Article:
I got two cookbooks in the mail today! I already meal planned this week, but I’m excited to get to use these for helping plan my meals in the future. Here are my thoughts.
The first one is Meal Prep: The Essential Meal Prep Cookbook by Tyler Smith. The title advertises “quick, simple, and delicious recipes for rapid weight loss”. I’m not necessarily going for the “rapid weight loss” thing, but it seems like a lot of meal prep cookbooks are geared towards people trying to lose weight. That makes sense, of course. Cooking more at home= less eating out + better portion control, etc. In any case, I liked the book because it has a dedicated vegetarian chapter and good advice about the meal prep process in general. I especially like the fact that it has a very handy table of how long ingredients last after they have been prepped in different ways. For example, onions can stay fresh in the fridge 3 days if sliced or minced, but they can last 7 days if peeled and kept whole. The book also tells you how best to store your ingredients for freshness. This is all very helpful because it tells me how far in advance I can prepare my food, and I can plan the order of my week’s meals accordingly. It seems like most of the recipes are pretty low carb and whole foods-y, so I won’t have to do too much adapting to the recipes besides substituting the meat in the non-vegetarian chapters. Each recipe also has prep instructions for how to portion out and store the servings. The book recommends investing in some good tupperware to portion out servings for the week. My tupperware drawer is a mess, so now would be a perfect opportunity to organize it and see how many containers I actually own that still have their matching lids. On another note, I still bemoan the absence of a vegetarian meal prep cookbook, but that’s not this book’s fault.
The second book is Whole: The 30 Day Whole Food Challenge by Michael Williams, offering a “beginner’s guide with 150 compliant and yummy recipes.” I’m not sure this book is actually sanctioned by the official Whole30, but at least I know that the recipes are Whole30 compliant. That’s at least as far as the ingredients go. I wanted a book in which I didn’t have to worry about altering the recipes to be both meatless and Whole30 compliant. This book also has a handy 30 day meal plan, complete with shopping lists for everything you’ll need that week. However, Whole30-ers be warned! This book does contain recipes for how to make some sex with your pants on foods, like paleo pizza and gasp! shock! horror! even Whole30 compliant pancakes!! I find it almost comical how emphatically the official Whole30 website tells you NOT TO EAT FREAKING PANCAKES! They say that every time someone asks them if they can eat pancakes, one of them starts to cry or get angry. So anyway… of course, not going to make the paleo pizza or banana “pancakes” in this book. Truth is, I don’t even really like pancakes to begin with. This book also has a significant amount of recipes for smoothies. I reread what the website has to say about eating smoothies for breakfast and found this:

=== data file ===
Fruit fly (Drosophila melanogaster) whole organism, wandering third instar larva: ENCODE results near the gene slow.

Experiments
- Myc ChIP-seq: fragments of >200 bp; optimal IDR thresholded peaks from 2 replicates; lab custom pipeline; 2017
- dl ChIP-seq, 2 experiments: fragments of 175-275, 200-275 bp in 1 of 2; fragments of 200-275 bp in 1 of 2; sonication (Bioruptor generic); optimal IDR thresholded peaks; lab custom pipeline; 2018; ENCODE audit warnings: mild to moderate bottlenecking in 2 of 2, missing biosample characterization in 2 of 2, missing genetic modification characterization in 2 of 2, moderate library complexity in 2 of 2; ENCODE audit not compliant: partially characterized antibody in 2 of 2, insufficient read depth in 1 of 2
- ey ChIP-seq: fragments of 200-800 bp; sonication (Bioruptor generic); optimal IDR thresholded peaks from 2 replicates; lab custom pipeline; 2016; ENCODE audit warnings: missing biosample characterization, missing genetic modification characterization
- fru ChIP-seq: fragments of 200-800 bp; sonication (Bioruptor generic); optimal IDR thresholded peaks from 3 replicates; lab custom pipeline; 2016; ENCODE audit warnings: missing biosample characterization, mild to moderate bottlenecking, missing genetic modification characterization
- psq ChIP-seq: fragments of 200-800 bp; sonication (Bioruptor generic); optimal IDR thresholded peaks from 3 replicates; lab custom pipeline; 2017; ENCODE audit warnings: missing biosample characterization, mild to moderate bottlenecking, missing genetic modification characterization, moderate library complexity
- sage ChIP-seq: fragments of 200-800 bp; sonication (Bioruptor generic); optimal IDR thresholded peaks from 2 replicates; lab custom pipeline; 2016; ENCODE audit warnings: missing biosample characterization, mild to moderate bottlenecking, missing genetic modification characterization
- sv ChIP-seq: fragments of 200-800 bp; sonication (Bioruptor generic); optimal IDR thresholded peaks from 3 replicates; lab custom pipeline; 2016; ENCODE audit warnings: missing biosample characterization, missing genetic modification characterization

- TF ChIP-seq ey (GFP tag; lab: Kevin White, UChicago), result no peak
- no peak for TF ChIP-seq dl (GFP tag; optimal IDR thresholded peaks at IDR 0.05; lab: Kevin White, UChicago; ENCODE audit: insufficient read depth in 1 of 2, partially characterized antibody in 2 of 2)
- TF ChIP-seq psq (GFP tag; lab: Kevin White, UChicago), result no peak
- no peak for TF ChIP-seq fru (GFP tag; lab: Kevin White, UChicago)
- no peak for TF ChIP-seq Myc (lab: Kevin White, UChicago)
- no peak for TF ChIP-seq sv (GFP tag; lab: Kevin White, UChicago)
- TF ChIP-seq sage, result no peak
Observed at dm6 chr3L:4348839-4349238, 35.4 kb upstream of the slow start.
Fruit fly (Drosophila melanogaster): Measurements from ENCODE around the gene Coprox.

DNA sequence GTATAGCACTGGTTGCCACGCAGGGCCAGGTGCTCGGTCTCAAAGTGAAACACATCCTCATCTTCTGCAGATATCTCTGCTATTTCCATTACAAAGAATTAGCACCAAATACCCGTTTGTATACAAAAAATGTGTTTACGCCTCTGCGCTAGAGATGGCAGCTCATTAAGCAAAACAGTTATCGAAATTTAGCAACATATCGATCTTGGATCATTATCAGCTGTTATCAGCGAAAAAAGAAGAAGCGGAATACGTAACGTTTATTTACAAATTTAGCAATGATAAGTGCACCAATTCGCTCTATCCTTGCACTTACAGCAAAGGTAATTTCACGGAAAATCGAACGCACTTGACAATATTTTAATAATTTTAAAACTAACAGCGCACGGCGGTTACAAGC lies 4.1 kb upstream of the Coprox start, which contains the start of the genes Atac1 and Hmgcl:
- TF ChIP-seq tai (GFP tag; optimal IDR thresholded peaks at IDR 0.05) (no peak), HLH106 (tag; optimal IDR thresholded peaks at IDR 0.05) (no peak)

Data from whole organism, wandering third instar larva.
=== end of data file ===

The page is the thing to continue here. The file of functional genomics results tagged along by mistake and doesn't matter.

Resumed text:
First, we would much rather see you eat a meal you have to chew instead of drinking your calories, because satiety. Smoothies are usually super heavy on the fruit, which means you’re ingesting way more sugar than you would if you just ate the fruit in its whole form. Also, smoothies don’t usually contain protein, so you’re missing out on both satiety and complete protein, which is really hard to make up in just your two other meals. Plus drinking a huge whackload of fruit first thing in the morning can set you up for more volatile energy, hunger, and cravings throughout your day. But no, we’re not going to kick you out of the Whole30 for having a smoothie. Just maybe have some eggs with it, okay?
So basically, I can still do the smoothie thing, but I should still actually eat something for breakfast too. That would have been my first instinct as well, so it’s all good. Looking at the 30 day meal plan in this book, I’m now almost certain this is not an officially sanctioned book, because they suggest having just a smoothie (!) for breakfast on more days than not, and also having 2-3 snacks a day, including one after dinner (!). I’m definitely going to ignore that “advice”. I find myself wanting a snack sometime in the afternoon, but certainly not 3 snacks a day, and never after my last full meal of the day.
With regards to their technically compliant but “sex with your pants on” food; these might be good during the reintroduction period later, when I’m starting to break from the program but still want to stay mostly compliant. Clearly I won’t be following this book’s meal plan strictly anyway, but it’s nice to have as a reference. All the recipes in this book look pretty simple, which is a plus.
And that’s all for today! Good night, world 🙂